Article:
May is Mental Health Awareness Month. It is also one year since my own dark days, when I felt overwhelmed, stressed and exhausted. I would eat crappy food, skip the gym and ditch my friends.

I was in a bad place and wasn’t the only one. Americans are working themselves to death and the stress is worse for racial minorities.

People told me to practice “self-care,” but no matter what I did, I didn’t feel whole.

It was only when my personal community showed up that I started to feel better. My sister and brother-in-law picked up my son from school; my parents visited and made our meals; and my husband took time off work for my appointments.

Self-care is taking responsibility for your own mental, physical and emotional health. You can read, meditate or exercise. It means different things to different people.

But if self-care were easy, wouldn’t everyone be doing it?

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The problem is that self-care has become work. It can make us feel like we aren’t trying hard enough. It can add to an already exhausting list of to-do’s. And, as an individual act, it can isolate the very people who need it the most.

Self-care is rooted in social justice movements of the 1960s and 1970s. It became a tool for marginalized communities to fight visible and invisible barriers. As the American writer, feminist and civil rights activist Audre Lorde wrote in an essay, “Caring for myself is not self-indulgence. It is self-preservation, and that is an act of political warfare.”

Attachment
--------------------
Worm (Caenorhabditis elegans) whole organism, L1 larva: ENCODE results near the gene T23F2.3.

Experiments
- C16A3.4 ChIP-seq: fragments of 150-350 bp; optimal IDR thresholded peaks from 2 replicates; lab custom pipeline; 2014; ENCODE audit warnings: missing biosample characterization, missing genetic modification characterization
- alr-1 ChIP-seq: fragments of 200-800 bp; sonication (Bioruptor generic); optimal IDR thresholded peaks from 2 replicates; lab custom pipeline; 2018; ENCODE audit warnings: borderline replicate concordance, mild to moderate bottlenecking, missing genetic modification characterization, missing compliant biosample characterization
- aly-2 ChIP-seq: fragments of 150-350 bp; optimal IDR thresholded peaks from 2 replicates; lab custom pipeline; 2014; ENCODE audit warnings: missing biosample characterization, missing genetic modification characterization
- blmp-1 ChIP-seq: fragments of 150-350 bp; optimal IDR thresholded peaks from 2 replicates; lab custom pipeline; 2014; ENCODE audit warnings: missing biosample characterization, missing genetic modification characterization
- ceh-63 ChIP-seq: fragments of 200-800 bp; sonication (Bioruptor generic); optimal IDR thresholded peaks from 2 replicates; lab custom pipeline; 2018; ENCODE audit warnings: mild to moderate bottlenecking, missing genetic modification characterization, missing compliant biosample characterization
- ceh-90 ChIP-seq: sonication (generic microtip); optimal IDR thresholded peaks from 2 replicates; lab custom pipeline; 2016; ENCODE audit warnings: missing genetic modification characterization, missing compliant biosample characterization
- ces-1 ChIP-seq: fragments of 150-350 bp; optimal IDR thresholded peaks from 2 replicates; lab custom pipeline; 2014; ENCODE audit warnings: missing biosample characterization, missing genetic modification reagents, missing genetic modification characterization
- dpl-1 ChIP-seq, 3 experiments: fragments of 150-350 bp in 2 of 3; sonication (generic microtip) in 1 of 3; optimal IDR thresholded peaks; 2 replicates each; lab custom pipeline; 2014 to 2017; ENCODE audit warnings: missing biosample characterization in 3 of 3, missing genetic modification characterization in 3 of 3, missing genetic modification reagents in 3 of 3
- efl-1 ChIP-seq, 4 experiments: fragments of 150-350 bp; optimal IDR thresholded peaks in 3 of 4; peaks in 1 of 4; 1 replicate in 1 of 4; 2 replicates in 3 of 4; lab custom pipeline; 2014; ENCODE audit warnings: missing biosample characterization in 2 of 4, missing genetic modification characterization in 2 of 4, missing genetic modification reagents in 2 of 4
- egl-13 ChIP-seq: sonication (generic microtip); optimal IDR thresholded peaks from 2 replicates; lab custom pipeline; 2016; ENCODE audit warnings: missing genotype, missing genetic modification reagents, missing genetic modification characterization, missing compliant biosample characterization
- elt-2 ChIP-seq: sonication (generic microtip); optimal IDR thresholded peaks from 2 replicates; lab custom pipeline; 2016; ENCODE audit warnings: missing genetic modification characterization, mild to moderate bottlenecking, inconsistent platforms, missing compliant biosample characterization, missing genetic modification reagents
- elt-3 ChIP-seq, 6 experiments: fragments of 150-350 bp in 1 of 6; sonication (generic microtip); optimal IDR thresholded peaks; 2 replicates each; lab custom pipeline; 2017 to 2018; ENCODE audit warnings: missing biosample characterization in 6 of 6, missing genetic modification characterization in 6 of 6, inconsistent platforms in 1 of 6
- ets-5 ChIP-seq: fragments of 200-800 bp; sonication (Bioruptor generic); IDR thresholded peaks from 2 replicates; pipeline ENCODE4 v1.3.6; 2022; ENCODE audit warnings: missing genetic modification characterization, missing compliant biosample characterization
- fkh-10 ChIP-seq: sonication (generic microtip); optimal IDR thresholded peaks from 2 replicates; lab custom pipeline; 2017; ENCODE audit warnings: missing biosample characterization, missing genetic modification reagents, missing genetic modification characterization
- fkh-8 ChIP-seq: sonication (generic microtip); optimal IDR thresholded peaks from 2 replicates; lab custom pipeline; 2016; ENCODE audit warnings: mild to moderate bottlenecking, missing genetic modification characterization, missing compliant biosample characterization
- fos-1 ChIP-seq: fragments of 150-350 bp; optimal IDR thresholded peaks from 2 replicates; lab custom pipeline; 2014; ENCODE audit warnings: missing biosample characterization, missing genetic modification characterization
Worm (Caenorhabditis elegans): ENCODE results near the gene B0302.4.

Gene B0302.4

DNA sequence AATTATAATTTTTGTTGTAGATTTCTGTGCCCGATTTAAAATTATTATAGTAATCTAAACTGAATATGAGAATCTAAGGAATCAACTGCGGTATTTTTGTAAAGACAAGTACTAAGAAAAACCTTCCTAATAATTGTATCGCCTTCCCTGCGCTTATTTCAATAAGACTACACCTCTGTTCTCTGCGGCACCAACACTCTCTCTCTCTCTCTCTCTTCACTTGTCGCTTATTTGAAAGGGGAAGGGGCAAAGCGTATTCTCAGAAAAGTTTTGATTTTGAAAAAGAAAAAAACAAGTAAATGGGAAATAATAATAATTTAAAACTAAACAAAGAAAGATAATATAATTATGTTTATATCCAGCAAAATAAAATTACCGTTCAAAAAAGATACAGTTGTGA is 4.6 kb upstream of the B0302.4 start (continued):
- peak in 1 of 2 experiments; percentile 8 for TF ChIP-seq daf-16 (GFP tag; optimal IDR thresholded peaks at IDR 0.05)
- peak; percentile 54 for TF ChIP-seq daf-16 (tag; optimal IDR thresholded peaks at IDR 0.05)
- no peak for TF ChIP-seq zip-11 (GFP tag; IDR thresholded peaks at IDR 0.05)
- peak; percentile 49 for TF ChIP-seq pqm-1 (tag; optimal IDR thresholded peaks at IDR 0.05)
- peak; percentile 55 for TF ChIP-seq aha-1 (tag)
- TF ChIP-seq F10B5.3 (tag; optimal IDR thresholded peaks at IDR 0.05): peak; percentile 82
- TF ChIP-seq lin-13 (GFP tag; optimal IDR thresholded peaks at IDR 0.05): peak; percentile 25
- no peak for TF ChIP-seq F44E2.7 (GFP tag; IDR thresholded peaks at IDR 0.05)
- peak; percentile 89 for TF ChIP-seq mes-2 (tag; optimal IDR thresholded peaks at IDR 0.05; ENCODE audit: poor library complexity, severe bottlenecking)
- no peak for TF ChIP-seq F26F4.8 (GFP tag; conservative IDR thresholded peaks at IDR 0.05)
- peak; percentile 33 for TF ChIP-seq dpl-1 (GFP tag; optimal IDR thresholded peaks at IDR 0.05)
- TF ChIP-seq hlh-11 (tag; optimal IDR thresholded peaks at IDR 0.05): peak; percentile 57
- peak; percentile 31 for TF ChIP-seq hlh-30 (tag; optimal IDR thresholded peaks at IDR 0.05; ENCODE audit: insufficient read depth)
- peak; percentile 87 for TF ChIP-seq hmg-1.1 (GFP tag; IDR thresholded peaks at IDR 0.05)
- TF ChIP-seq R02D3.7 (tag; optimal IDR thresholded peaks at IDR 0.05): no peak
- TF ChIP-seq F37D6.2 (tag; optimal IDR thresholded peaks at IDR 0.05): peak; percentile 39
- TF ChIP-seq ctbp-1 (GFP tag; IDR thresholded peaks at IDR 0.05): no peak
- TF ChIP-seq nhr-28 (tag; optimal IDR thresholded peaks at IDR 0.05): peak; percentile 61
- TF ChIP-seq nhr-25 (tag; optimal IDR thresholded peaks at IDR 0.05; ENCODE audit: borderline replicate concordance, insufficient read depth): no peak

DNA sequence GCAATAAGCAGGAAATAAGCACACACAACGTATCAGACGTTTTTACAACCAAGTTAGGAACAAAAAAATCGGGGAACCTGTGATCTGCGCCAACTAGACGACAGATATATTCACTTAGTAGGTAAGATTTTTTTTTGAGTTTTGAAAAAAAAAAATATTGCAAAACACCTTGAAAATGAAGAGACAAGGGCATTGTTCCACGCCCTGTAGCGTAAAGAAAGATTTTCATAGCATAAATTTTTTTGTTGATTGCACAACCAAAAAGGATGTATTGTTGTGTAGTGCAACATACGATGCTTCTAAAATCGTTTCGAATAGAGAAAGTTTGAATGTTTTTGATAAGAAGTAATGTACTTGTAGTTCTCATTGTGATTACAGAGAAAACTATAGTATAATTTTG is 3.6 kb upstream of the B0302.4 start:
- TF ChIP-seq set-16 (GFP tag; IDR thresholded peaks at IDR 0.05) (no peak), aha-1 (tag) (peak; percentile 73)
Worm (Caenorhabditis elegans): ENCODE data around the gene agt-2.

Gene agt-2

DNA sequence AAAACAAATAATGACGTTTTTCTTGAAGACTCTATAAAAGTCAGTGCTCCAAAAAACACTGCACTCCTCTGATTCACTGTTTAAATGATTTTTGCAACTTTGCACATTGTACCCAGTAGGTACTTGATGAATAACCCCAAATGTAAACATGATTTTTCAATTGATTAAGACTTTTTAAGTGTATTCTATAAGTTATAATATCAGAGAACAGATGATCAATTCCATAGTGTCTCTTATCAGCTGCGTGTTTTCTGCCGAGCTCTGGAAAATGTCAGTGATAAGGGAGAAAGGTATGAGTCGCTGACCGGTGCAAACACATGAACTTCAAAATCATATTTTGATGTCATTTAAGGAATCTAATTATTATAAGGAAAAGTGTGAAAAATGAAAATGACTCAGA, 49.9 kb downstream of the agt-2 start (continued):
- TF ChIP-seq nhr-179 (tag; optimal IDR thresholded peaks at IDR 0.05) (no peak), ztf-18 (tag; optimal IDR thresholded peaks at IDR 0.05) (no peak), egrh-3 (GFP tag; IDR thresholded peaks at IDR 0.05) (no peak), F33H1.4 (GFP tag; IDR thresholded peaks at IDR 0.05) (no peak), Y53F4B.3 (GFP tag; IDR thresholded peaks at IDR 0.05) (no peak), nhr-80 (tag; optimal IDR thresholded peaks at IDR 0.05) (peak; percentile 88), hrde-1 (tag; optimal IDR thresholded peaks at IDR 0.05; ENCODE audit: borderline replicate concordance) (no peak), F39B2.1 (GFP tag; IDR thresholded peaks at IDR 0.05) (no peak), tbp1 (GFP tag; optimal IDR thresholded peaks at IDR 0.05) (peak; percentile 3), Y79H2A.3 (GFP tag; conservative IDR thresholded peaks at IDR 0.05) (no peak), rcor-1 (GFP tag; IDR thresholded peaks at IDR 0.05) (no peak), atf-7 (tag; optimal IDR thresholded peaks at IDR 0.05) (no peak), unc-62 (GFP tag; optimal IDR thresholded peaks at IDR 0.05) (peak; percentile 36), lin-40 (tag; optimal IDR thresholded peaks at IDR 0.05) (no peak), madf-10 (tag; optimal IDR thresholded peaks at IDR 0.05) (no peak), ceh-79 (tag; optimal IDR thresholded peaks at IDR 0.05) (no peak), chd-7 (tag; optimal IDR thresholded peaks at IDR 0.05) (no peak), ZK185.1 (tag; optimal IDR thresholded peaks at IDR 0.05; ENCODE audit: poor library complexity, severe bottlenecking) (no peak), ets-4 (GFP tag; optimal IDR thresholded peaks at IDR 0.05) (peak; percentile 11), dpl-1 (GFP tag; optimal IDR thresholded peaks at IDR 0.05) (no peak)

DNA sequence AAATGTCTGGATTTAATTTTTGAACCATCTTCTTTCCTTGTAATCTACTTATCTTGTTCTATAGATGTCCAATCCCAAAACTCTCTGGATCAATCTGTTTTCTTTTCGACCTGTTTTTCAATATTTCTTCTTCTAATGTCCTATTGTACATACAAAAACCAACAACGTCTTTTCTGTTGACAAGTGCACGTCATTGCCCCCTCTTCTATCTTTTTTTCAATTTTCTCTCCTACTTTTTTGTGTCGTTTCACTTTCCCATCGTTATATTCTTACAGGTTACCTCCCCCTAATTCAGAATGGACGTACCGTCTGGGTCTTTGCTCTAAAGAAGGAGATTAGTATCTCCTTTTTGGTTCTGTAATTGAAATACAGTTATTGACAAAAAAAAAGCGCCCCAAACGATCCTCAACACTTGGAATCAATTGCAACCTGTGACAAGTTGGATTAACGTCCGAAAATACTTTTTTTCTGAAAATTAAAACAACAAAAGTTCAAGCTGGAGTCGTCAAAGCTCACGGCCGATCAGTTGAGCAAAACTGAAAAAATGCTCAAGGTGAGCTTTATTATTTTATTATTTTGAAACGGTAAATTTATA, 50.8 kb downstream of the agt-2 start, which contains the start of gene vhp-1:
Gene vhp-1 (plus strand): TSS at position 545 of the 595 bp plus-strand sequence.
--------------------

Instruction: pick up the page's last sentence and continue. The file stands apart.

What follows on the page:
Self-care became popular again in 2016, and today, wellness has turned into a $10 billion industry. As we continue to face workplace stress in a time of increased dialogue, we should engage in an act proven by different cultures.

For self-care to be sustainable, we have to incorporate it into our lives.

But it’s bigger than an individual. “People were born as part of a community, and had to find their place as individuals. Now people are born as individuals, and have to find their community,” Bill Bishop wrote in his book, “The Big Sort: Why The Clustering of Like-Minded America is Tearing Us Apart.”

Where, then, are these communities?

Some are structured, like my Ismaili community which collectively covers funerals, assists newcomers, counsels marriages and supports seniors. Some are unstructured, and eat together, exchange stories and share resources.

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This is how I built my professional community. Internally, I joined an employment resource group. Externally, I connected with women of color platforms. Additionally, I fostered my own relationships. Eventually, I found myself and others in a healthier place. It meant I had to trust my community to take care of me, the way I would take care of them.

It’s not that those, like myself, who need self-care aren’t capable of taking care of themselves; it’s that the demands on all of us mean making changes beyond an individual to a societal level.

Diya Khanna, columnist for Seattle Times Explore
Diya Khanna, columnist for Seattle Times Explore